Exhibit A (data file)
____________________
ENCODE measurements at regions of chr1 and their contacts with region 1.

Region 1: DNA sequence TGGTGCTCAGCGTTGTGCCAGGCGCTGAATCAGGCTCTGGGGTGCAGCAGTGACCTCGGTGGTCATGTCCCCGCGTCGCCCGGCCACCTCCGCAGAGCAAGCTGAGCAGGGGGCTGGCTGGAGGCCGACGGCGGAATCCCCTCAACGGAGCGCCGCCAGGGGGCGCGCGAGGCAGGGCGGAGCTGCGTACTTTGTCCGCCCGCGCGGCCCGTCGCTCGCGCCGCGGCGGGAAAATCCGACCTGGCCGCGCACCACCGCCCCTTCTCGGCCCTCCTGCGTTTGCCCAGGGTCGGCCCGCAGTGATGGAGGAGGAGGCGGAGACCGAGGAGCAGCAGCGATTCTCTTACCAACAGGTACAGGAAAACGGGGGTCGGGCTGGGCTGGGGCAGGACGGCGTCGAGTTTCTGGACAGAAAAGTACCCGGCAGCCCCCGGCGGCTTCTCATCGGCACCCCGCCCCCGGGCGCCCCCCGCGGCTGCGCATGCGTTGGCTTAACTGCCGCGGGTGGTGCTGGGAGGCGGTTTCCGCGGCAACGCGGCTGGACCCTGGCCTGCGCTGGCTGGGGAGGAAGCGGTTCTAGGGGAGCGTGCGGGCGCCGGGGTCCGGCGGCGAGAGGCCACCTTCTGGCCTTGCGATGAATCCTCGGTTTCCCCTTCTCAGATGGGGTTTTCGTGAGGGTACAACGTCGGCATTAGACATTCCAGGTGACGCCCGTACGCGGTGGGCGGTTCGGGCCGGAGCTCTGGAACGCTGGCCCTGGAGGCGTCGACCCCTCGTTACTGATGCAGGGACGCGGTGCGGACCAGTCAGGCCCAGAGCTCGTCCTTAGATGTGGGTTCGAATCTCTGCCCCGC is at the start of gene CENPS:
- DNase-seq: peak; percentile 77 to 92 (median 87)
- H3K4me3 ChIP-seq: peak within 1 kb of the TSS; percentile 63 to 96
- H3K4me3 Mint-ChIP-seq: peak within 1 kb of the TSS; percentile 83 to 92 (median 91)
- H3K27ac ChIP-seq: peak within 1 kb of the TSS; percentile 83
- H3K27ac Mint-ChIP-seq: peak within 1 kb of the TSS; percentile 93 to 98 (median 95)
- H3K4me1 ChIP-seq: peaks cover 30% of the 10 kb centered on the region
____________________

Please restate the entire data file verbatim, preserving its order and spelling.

ENCODE measurements at regions of chr1 and their contacts with region 1.

Region 1: DNA sequence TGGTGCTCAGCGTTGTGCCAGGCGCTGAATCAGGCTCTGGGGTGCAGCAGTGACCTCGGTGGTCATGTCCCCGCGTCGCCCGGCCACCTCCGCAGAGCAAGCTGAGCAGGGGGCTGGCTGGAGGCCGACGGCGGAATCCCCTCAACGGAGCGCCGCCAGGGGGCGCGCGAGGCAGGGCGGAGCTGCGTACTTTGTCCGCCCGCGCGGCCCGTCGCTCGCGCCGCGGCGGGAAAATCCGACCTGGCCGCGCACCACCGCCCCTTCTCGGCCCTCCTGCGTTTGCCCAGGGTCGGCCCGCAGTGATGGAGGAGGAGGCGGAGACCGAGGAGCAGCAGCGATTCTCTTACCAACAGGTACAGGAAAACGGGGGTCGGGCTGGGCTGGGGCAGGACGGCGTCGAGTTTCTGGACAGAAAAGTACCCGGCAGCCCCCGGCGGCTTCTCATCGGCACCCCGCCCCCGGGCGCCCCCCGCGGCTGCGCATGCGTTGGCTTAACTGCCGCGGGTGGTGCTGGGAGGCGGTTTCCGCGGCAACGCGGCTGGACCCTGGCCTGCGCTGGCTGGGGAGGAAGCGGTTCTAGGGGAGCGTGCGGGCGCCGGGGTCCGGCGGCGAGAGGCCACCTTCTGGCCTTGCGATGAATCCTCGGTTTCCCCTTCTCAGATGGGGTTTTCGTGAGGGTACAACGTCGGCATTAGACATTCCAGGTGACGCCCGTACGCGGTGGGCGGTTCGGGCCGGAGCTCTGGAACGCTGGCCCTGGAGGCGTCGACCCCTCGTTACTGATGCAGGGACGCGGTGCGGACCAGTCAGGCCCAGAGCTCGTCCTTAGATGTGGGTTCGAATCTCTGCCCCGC is at the start of gene CENPS:
- DNase-seq: peak; percentile 77 to 92 (median 87)
- H3K4me3 ChIP-seq: peak within 1 kb of the TSS; percentile 63 to 96
- H3K4me3 Mint-ChIP-seq: peak within 1 kb of the TSS; percentile 83 to 92 (median 91)
- H3K27ac ChIP-seq: peak within 1 kb of the TSS; percentile 83
- H3K27ac Mint-ChIP-seq: peak within 1 kb of the TSS; percentile 93 to 98 (median 95)
- H3K4me1 ChIP-seq: peaks cover 30% of the 10 kb centered on the region